“We are extremely disappointed with this decision, which misinterprets the relevant statutes, understates the privacy implications of the government’s surveillance and misapplies a narrow and outdated precedent to read away core constitutional protections,” said Jameel Jaffer, ACLU deputy legal director, in a statement.

U.S. Justice Department spokesman Peter Carr said the agency was “pleased the court found the NSA’s bulk telephony metadata collection program to be lawful.”

The program entails the collection of the phone numbers of parties receiving and sending calls along with their date, time and duration.

It does not involve listening in on each call. Instead, it seeks to establish patterns of phone usage that may indicate terrorist activity.

Pauley said that the government cannot be asked to disclose evidence that would demonstrate the effectiveness of the program.

“The effectiveness of bulk telephony metadata collection cannot be seriously disputed,” Pauley wrote. “Offering examples is a dangerous stratagem for the Government because it discloses means and methods of intelligence gathering. Such disclosures can only educate America’s enemies.”

But the judge cited three instances where the system provided authorities with important information, including the arrest of Adis Medunjanin in connection with a 2009 conspiracy to bomb the New York subway system.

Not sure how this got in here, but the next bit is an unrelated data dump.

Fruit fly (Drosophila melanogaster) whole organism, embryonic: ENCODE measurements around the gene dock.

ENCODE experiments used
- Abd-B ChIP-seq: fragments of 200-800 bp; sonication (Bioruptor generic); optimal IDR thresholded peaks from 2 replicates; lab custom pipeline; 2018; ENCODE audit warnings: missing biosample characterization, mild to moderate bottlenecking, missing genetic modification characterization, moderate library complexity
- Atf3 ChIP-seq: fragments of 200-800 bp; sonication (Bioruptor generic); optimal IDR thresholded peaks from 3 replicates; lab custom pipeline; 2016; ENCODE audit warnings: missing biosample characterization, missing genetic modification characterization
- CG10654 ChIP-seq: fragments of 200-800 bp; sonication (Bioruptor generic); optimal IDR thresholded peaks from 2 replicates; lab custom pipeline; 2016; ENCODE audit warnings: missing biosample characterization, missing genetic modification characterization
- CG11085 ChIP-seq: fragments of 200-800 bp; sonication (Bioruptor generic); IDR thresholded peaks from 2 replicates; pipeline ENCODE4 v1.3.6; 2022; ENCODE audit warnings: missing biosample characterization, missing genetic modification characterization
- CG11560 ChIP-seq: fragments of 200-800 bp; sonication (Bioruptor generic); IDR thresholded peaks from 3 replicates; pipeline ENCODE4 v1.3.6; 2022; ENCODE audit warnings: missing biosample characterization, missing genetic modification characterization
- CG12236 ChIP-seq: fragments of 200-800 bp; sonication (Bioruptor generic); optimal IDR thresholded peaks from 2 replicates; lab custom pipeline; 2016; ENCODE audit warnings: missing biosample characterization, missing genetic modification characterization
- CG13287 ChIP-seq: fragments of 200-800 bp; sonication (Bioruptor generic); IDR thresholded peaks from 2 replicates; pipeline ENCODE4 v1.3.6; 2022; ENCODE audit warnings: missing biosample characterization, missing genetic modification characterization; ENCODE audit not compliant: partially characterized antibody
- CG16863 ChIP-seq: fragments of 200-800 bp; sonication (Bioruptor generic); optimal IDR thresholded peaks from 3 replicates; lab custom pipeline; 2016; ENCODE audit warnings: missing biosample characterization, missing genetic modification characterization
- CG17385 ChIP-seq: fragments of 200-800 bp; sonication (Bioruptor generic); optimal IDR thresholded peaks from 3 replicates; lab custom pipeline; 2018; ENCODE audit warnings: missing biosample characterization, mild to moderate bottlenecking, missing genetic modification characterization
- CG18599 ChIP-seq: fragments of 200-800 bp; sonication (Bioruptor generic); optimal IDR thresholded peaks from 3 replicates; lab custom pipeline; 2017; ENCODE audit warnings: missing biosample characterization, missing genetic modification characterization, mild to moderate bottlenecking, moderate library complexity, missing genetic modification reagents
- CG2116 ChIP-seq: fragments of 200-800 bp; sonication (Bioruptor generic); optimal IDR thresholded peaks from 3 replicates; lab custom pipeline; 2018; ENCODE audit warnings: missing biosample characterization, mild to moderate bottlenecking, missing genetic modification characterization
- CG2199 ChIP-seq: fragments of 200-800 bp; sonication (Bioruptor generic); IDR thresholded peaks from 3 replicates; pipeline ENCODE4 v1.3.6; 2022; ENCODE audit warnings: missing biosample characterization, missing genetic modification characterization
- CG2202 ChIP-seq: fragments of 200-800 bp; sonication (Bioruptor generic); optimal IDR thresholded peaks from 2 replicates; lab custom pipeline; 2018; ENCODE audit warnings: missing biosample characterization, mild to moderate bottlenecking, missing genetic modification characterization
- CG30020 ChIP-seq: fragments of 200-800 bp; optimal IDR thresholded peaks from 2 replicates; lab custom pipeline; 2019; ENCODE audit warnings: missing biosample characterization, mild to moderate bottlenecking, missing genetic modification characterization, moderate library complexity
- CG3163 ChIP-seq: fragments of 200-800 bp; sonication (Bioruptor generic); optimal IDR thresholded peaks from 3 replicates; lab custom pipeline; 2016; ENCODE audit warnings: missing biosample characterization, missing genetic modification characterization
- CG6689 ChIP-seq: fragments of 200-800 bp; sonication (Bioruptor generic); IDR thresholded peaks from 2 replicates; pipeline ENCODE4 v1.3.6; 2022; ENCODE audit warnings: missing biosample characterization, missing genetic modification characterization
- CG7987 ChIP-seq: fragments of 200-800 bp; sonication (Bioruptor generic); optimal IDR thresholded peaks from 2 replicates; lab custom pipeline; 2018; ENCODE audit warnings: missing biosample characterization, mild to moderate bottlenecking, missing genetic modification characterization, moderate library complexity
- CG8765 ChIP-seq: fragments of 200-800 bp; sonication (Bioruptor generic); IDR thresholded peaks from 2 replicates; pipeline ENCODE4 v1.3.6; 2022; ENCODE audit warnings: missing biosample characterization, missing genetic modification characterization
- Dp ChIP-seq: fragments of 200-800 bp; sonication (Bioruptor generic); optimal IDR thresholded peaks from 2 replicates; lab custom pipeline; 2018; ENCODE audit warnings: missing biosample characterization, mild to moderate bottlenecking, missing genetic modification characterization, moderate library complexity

Different Conclusions

Pauley’s ruling contrasted with one issued Dec. 16 by Judge Richard Leon for the District Court for the District of Columbia, thus increasing the possibility that the U.S. Supreme Court will have to settle the matter.

Leon ruled in Klayman v. Obama, Civil Action No. 13-0851, that the data collection program “almost certainly” violates the Fourth Amendment and issued a temporary injunction against surveillance of the plaintiffs who had brought the lawsuit. But he stayed his ruling to give the government time to appeal.

Pauley made two passing references to Klayman in his ruling, but he did not directly explain why he had reached a different conclusion than Leon.

He did, however, conclude that Smith v. Maryland, 442 U.S. 735 (1979), which the federal government relied on in both Klayman and American Civil Liberties Union for the proposition that telephone calls have “no legitimate expectation” of privacy in calls to third parties, was not being read properly by the ACLU.

The ACLU maintained that the telephone information at issue belongs to callers. In fact, Pauley wrote, the information is “created and maintained” by Verizon.